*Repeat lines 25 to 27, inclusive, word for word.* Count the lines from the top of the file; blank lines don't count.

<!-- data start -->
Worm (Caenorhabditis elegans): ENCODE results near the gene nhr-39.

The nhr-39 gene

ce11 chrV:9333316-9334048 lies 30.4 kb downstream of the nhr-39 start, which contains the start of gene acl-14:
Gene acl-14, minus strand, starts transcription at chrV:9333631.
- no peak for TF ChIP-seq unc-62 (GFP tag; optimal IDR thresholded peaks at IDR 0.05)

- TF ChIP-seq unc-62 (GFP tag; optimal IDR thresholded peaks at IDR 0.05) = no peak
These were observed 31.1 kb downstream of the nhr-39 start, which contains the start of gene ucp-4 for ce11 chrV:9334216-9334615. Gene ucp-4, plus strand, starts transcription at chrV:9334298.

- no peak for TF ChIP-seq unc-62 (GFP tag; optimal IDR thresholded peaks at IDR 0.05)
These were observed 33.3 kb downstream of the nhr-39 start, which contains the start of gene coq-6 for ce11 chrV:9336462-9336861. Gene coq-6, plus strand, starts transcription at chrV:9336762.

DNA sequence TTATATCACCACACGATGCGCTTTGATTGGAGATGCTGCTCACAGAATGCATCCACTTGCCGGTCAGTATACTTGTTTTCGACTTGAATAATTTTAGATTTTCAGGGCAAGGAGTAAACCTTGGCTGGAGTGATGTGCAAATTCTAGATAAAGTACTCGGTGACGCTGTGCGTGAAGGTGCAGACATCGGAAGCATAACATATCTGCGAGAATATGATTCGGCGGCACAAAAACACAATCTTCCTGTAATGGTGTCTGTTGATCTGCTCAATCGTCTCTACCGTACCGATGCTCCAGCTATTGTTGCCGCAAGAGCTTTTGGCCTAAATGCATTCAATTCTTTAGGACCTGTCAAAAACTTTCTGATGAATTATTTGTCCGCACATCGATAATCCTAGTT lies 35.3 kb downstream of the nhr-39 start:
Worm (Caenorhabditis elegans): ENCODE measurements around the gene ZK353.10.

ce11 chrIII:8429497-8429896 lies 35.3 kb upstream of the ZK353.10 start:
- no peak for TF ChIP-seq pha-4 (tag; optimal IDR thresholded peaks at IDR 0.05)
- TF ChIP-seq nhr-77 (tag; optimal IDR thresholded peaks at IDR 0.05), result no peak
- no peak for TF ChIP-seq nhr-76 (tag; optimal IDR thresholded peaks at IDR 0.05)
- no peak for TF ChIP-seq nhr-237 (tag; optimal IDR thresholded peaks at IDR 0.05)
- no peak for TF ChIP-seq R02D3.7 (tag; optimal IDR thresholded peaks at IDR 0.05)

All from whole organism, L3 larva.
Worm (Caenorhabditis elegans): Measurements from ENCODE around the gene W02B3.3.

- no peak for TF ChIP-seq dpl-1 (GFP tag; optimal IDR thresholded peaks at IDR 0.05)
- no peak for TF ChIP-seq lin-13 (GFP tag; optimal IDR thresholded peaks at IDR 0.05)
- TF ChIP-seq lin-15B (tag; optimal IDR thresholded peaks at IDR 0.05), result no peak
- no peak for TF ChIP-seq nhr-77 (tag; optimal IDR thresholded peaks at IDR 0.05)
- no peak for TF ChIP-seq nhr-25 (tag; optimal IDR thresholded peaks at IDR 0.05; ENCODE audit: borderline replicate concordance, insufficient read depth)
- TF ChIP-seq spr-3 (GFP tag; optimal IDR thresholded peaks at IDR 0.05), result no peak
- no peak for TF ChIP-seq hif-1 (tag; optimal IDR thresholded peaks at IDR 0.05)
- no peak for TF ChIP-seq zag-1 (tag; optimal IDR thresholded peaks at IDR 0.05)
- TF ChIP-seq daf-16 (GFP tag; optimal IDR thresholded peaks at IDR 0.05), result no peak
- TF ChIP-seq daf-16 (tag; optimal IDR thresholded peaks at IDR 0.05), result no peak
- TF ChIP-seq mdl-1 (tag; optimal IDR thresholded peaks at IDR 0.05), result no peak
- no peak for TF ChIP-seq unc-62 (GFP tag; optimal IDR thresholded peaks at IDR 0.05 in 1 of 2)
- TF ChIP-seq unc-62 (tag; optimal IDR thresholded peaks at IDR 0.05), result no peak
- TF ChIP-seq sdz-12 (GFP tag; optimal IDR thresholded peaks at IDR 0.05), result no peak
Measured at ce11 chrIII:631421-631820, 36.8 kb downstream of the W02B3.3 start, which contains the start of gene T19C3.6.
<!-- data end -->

- TF ChIP-seq spr-3 (GFP tag; optimal IDR thresholded peaks at IDR 0.05), result no peak
- no peak for TF ChIP-seq hif-1 (tag; optimal IDR thresholded peaks at IDR 0.05)
- no peak for TF ChIP-seq zag-1 (tag; optimal IDR thresholded peaks at IDR 0.05)